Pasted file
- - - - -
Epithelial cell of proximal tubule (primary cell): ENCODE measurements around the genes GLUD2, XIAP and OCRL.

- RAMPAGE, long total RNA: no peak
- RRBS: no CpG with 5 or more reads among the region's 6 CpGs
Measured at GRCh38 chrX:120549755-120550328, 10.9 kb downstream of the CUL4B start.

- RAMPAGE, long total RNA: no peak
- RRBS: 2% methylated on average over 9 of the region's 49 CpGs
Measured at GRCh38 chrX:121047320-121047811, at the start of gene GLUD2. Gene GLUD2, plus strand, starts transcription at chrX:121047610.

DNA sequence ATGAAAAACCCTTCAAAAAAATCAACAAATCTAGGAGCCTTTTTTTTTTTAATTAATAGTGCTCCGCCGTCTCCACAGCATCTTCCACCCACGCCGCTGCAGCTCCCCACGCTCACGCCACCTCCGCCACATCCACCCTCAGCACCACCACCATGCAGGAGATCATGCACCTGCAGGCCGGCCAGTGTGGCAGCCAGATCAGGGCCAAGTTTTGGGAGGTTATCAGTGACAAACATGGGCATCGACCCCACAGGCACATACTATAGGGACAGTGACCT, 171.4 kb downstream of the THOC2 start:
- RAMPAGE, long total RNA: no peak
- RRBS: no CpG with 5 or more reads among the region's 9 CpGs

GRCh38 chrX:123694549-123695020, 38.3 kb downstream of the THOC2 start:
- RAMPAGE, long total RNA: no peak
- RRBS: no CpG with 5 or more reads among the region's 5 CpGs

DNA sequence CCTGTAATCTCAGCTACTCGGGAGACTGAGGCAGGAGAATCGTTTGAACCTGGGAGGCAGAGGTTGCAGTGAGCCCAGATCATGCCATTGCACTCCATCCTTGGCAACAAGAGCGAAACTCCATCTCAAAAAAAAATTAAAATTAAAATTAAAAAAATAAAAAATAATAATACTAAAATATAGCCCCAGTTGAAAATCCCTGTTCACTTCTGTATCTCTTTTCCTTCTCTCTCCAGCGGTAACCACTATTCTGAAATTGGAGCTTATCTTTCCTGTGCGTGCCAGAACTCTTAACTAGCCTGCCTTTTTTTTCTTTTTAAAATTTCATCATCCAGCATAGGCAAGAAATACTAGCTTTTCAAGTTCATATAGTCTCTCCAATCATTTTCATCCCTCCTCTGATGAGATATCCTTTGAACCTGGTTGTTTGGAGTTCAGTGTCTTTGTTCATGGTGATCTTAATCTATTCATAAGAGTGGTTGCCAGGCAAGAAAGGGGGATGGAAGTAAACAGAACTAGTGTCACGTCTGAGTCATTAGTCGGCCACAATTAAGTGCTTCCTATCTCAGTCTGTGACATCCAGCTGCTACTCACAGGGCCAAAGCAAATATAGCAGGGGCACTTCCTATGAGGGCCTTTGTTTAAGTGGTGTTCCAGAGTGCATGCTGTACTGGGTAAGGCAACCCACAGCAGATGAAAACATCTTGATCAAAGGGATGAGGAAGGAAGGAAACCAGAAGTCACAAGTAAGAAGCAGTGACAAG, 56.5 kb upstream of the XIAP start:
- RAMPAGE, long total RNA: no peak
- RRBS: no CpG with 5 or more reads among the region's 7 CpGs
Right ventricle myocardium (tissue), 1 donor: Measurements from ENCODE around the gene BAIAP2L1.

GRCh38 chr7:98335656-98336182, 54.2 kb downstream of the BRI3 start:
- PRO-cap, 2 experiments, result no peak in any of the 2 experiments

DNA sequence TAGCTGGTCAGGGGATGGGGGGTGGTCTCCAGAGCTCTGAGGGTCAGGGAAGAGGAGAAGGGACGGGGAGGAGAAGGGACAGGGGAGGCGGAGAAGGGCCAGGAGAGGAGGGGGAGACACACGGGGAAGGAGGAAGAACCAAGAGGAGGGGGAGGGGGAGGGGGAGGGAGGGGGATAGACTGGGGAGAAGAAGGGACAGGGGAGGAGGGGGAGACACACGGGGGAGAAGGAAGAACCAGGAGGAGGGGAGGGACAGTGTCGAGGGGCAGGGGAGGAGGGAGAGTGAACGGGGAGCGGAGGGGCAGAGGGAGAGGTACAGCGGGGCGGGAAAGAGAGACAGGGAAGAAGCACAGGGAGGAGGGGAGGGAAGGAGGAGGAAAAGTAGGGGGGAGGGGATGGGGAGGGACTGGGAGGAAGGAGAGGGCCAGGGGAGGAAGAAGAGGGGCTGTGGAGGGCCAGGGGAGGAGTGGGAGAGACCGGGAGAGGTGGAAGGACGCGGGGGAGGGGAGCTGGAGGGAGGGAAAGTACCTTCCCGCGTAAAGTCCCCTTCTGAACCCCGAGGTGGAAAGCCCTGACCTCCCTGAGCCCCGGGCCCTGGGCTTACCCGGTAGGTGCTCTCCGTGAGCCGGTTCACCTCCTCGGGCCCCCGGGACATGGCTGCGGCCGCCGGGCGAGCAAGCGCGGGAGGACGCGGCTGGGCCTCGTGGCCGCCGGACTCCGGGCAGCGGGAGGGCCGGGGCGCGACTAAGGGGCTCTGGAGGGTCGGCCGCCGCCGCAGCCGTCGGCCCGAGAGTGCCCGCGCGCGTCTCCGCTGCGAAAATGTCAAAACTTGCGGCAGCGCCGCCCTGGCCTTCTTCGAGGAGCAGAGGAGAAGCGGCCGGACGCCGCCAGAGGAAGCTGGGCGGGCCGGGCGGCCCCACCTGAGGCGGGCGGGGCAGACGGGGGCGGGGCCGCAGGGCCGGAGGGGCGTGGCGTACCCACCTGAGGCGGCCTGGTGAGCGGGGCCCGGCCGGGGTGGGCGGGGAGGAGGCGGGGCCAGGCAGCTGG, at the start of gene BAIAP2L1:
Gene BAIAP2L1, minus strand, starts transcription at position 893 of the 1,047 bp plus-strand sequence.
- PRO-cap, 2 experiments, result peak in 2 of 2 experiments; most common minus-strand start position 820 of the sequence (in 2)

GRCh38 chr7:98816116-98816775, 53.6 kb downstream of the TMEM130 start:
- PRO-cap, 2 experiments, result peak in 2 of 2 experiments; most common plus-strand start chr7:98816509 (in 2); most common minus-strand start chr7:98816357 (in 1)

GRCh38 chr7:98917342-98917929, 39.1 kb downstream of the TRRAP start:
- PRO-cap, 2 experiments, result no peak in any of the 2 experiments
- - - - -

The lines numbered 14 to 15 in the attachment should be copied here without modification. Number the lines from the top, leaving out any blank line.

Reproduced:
DNA sequence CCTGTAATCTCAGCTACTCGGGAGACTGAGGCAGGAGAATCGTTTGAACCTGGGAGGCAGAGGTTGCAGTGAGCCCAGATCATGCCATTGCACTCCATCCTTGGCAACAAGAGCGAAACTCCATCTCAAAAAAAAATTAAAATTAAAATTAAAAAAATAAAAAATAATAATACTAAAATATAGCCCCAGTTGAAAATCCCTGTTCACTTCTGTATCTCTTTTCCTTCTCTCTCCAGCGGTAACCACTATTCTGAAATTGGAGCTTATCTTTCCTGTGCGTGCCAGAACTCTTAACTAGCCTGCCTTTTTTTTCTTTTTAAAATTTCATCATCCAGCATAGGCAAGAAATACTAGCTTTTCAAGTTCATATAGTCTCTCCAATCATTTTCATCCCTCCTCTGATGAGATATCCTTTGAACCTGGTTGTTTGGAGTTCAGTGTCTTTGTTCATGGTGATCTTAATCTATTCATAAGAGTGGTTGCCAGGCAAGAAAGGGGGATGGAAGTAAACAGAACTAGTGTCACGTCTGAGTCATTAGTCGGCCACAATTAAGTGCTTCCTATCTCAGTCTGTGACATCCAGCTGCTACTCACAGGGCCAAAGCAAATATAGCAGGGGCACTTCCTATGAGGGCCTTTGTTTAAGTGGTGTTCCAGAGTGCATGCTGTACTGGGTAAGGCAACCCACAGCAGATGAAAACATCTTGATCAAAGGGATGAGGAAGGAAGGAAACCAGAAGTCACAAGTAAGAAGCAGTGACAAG, 56.5 kb upstream of the XIAP start:
- RAMPAGE, long total RNA: no peak